Thrasher Research Fund - Medical research grants to improve the lives of children

Project Details

Early Career

Status: Funded - Open

Inhibition of the RalGAP protein complex as a novel approach to broadly block enteric infections

H. Pascaline Kohio, PhD


BACKGROUND: Rotavirus, enterohemorrhagic Escherichia coli, and Cryptosporidium parvum are the principal viral, bacterial, and parasitic pathogens that cause severe gastroenteritis and life-threatening diarrhea in infant and young children. Rotavirus vaccine efficacy is low in endemic countries and there are no effective therapeutics or vaccines against enterohemorrhagic Escherichia coli, and Cryptosporidium parvum. GAP: Currently, there is a lack of knowledge on the role of host factors that support enteric pathogens infection which will help design novel antiviral therapeutics. However, our previous CRISPR/Cas9 screens and published literature suggest that genetic deletion of the RalGAP complex suppresses rotavirus, enterohemorrhagic Escherichia coli, and Cryptosporidium parvum infections. HYPOTHESIS: Given the role of RalGAP in endosomal vesicular trafficking, we speculate that these pathogens commonly hijack the RalGAP complex for endosomal entry and toxin release into the host intestinal epithelial cells. We hypothesize that the inhibition of host RalGAP complex will block the replication and pathogenesis of rotavirus, Escherichia coli, and Cryptosporidium parvum. METHODS: RALGAPA1 gene will be genetically deleted via CRISPR/Cas9 in human intestinal cell cultures and neonatal mice; and rotavirus, enterohemorrhagic Escherichia coli, and Cryptosporidium parvum infections and diseases will be assessed in vivo and in vitro. We will screen for novel small molecules that can inhibit RALGAP activity. RESULTS: Pending. IMPACT: We expect our bench-to-bedside discovery pipeline to help identify the host cellular druggable targets commonly usurped by these enteric pathogens and develop a series of broadly anti-microbial molecules to treat enteric infections, thereby reducing diarrhea-associated morbidity and mortality. Website Link:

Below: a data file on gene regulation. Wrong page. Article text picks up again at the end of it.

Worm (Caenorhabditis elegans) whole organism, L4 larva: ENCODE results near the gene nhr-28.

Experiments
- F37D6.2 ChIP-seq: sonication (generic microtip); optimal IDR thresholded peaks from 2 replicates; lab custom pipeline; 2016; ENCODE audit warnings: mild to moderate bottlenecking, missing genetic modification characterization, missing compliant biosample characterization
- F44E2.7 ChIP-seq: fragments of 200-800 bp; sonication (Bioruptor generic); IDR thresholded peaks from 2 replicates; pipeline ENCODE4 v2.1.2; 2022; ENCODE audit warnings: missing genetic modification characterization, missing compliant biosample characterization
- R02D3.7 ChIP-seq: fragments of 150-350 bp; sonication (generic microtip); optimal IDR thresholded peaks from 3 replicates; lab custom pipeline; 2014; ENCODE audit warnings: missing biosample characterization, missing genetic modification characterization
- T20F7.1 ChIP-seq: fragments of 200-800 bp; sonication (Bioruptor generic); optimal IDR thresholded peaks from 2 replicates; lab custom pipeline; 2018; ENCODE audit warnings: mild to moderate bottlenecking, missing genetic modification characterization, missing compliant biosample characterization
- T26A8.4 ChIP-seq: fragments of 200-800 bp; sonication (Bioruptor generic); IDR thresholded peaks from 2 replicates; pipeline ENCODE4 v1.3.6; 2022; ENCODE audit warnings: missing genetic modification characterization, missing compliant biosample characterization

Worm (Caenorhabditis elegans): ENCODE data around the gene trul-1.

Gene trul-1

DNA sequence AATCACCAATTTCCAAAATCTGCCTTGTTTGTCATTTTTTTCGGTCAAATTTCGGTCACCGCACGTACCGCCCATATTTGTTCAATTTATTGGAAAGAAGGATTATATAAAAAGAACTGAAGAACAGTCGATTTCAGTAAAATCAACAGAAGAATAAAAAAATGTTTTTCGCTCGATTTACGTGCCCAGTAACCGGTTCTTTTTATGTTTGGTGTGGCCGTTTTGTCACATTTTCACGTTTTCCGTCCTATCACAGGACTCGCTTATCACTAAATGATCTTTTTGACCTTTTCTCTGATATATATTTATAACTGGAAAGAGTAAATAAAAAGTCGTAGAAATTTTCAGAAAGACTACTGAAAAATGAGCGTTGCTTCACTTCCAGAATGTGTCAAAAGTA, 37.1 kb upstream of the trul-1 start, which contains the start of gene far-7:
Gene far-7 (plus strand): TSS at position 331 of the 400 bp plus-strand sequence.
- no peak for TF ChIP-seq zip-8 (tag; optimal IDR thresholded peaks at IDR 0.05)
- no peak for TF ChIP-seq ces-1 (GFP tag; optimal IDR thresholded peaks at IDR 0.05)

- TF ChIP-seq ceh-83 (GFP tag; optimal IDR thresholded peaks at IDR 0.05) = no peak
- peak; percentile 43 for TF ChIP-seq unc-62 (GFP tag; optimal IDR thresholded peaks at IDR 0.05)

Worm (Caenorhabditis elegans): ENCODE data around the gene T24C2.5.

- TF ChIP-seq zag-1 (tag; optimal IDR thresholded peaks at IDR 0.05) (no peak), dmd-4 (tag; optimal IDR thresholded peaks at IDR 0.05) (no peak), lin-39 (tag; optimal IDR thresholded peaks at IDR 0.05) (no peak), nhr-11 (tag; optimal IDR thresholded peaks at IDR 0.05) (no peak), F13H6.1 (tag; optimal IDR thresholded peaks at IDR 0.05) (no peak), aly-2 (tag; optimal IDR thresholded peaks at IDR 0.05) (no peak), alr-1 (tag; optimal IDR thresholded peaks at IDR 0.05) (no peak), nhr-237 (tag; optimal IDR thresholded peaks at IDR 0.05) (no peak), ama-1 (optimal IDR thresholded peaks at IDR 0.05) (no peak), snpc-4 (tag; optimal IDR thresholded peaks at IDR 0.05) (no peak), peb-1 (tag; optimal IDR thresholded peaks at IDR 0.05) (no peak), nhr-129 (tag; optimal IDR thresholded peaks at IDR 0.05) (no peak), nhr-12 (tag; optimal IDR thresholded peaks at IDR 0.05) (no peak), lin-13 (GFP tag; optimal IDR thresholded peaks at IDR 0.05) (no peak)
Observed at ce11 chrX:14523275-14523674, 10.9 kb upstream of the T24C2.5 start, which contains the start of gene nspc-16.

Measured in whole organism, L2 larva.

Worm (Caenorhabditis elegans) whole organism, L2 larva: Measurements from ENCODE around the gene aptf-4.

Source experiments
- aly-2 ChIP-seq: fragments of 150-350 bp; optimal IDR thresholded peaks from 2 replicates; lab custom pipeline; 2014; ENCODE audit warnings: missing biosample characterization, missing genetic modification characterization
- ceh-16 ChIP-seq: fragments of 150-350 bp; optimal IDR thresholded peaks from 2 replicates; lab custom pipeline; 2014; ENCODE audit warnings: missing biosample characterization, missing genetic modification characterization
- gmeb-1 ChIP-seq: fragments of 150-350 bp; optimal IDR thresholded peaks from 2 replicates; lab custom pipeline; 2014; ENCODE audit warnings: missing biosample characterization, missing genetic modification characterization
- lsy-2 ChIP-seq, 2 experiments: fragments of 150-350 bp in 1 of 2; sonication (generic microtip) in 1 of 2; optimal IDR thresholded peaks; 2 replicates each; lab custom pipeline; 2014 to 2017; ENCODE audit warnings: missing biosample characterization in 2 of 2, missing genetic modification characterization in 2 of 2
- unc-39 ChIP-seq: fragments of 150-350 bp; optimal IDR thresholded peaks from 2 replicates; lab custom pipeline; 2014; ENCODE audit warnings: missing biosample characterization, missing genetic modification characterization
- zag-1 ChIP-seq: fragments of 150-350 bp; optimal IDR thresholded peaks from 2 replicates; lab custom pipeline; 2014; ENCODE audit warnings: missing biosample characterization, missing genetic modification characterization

Supervising Institution:
Washington University in St. Louis

Siyuan Ding

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